GPGG hosted a post-lab day wind down round of trivia for our students Wednesday night. Megan was a wonderful host and game master. She put together six rounds of six questions complete with audio and visual rounds! Of course, some were STEM, medicine, and BUSM themed. It was a tight race through all the random knowledge with Taylor coming out on top as the winner with a whooping 37 points out of 50! Dr. Dasgupta was close behind Taylor in second place. Fun times were had by all!
Check out this 10-minute interview with our very own, Taylor Matte, as he talks about his work with Boston University's School of Medicine's Anti-Racism Task Force. Taylor represents all of the PhD students on the panel. Taylor talks about a major project that the task force is working on, in which he is spearheading, instructing the upcoming BUSM-MedSci Program (MSP) - a program that intends to give underrepresented high school students an opportunity to be exposed to various clinical and basic science topics. This is also closely associated with the work Taylor did with the Boston Area Health Education Center (BAHEC), whose goal is similar. Taylor also gives some great advice to other genetics professionals (or anyone really!) about some steps to take to be anti-racist in your everyday work. Here is the most recent update from the task force as well.
Our students competed in a science cookie bake-off at the end of December 2020. Students were provided cookie cutters from the program and instructed to document their baking journey in a lab journal format. Emily Sparago was voted our winner with her beautiful sugar cookies. Congratulations Emily! Enjoy the entries below and see attached document for our GPGG Holiday Recipe book!
Please join us in congratulating Megan Snyder on passing her Doctoral Qualifying Exam on November 25th. The exam is to evaluate the student's ability to apply and synthesize the skills and knowledge acquired during graduate study. It is an important benchmark in a PhD student's progress towards candidacy. She fielded many rigorous questions from her examining committee, and she remained cool as a cucumber the entire time. Congrats, Megan! GPGG is proud of you and all your hard work!
Our students Megan, Dylan, David, Gian Paolo, and Stefanie got together on Zoom to play the game Among Us, a strategy game where players have to work together to figure out who is the impostor. We are grateful for technology to allow us to still build memories while being 6 feet (or more) apart!
GPGG students David, Taylor, and Megan carved pumpkins on the BUSM lawn to get into the Halloween spirit and to appreciate one of our last warm days. Our students' skills go beyond the lab, check out those carving designs! We love finding this time to be together!
Stefanie Chan successfully defended her thesis titled “Targeting Triple Negative Breast Cancer (TNBC) Subpopulations to Elucidate Novel Targeted Therapies” on September 11, 2020. While it was over Zoom, Stefanie did a great job and talked about the community BU has been for her. Congratulations, Stefanie!
On Nov 25th, 2019, all current GPGG students were able to make it out for a day trip to explore the human body at Boston's own Museum of Science BodyWorlds Exhibit. The students got to see a variety of systems up close and personal while enjoying the science in an interactive space. This was a great opportunity for students to observe how genetics and genomics affect the body in a 'big picture' setting while also getting a refresher of how the human body works outside of their focused area of research.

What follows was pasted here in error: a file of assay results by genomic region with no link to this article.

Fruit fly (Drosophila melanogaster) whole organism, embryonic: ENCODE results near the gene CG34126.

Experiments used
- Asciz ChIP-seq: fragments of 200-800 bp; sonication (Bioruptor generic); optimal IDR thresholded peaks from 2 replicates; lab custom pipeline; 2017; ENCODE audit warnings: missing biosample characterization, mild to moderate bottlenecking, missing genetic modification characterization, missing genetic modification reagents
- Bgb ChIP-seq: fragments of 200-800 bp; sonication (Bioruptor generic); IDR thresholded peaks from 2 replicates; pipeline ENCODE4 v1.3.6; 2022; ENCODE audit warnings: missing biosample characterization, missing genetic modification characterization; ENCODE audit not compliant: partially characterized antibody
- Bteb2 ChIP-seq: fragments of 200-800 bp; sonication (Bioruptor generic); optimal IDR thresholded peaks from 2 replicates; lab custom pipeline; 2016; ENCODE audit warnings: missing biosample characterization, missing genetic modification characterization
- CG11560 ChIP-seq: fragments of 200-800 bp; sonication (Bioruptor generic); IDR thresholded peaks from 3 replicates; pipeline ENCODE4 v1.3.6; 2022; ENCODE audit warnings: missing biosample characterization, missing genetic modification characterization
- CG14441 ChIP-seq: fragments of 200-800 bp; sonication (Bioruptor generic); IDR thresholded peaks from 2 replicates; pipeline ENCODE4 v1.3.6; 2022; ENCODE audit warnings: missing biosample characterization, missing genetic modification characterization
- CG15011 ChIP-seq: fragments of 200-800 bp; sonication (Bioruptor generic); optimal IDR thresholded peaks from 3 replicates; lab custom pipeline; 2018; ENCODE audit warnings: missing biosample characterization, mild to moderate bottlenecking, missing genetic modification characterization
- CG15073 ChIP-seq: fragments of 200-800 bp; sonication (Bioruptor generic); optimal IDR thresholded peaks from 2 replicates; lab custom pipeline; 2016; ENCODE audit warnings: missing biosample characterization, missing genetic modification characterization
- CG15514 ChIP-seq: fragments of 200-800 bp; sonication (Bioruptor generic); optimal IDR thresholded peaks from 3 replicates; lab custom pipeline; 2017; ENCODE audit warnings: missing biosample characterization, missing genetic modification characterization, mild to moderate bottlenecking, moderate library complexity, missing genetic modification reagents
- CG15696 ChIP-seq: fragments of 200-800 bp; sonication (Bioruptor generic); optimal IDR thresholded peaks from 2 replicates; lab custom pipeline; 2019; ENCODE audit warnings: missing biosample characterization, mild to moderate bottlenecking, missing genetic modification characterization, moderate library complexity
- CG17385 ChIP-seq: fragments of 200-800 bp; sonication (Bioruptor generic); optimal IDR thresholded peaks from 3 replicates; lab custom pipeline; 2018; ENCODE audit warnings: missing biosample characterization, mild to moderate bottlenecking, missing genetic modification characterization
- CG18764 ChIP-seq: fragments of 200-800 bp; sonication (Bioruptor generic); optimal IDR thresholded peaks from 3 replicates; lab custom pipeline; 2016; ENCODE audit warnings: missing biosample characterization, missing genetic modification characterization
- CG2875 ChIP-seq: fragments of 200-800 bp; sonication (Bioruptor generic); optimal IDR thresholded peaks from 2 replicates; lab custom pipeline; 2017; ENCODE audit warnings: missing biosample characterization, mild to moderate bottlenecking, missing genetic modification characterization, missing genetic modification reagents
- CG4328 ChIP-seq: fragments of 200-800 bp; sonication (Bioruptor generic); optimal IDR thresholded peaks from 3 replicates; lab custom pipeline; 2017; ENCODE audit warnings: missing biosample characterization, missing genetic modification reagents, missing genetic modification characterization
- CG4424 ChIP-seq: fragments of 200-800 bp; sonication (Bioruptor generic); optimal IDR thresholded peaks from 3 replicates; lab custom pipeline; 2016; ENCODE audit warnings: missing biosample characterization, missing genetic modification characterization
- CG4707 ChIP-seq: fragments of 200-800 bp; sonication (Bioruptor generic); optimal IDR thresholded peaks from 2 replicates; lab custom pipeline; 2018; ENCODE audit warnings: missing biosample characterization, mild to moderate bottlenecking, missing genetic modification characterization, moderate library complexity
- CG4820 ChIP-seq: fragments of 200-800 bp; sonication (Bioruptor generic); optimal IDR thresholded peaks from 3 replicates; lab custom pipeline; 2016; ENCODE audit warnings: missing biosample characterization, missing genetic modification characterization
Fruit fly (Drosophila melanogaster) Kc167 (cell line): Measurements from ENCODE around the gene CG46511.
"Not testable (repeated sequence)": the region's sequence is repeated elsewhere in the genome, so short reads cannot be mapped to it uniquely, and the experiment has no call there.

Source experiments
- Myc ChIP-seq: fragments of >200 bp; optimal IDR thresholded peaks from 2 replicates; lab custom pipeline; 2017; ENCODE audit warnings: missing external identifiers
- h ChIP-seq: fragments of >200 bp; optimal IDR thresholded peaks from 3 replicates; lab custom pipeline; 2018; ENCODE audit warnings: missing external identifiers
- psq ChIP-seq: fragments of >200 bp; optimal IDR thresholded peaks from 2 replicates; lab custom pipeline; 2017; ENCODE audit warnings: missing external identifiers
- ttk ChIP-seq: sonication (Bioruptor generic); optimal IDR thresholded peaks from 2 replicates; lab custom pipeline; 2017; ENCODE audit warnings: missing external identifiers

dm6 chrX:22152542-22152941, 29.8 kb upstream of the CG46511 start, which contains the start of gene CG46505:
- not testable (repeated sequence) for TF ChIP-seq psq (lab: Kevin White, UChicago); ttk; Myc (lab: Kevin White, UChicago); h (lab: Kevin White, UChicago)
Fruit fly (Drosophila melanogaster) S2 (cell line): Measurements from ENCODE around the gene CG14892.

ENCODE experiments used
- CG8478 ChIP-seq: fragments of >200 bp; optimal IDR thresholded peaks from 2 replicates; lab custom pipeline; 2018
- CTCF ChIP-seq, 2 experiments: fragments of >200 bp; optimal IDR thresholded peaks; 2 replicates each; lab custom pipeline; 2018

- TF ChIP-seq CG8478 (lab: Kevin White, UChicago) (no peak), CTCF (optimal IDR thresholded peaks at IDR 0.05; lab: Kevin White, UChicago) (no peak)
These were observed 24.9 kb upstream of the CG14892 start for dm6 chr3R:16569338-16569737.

The Graduate Program in Genetics & Genomics is proud to have 2 students successfully defend their thesis in the month of November 2019! A huge congratulations goes to both of them and the GPGG wishes them the best of luck on their job hunt!
Barry K. Horne Jr successfully defended his dissertation thesis “The Roles of Interferon Regulatory Factor 5 and Interleukin-1 Receptor-Associated Kinase 4 in Lupus Pathogenesis” on Nov 18, 2019. Barry was a member of the Bonegio laboratory at the Boston University School of Medicine (BUSM), and during his third and fourth years at BUSM he also completed a two year academic “Immunology Training Program” (ITP) Predoctoral Fellowship. Barry’s doctoral research focused on the contributions of two suspect genes to the pathogenesis of the autoimmune disease Lupus.
Barry is passionate about science in general, and he greatly enjoys teaching, advocacy, and policy. His long-term goal is to take the scientific knowledge, critical thinking abilities, and multiple communication skills that he acquired while working on his PhD and translate them into a career in either education, politics / science policy, scientific public outreach, or science advocacy.
BU Profile: https://profiles.bu.edu/Barry.Horne
ORCID ID: 0000-0003-2770-6719
Jiayi Wu Cox presented on “Genetic and Environmental Prediction of Opioid Cessation Using Machine Learning, GWAS, and a Mouse Model” on Nov 22, 2019.
Jiayi Cox defended her thesis titled “Genetic and Environmental Prediction of Opioid Cessation Using Machine Learning, GWAS, and a Mouse Model” on Nov 22, 2019, after 4 years of her Ph. D research. Jiayi was a founder of BU MED Campus Biomedical Machine Learning Community and the student representative of the section of Biomedical Genetics at Boston University. She received a full scholarship from Transformative Training Program in Addiction Science (TTPAS), this program prepares doctoral students to apply diverse approaches to addiction research using both population genetics and animal model. Jiayi did two internships doing her doctoral research, one at Biogen as a statistical geneticist intern and one at an MIT startup as a machine learning engineer intern.
Jiayi loves exploring different machine learning approaches and analyzing various data to tell stories. She currently works at Kintai Therapeutics as a machine learning scientist.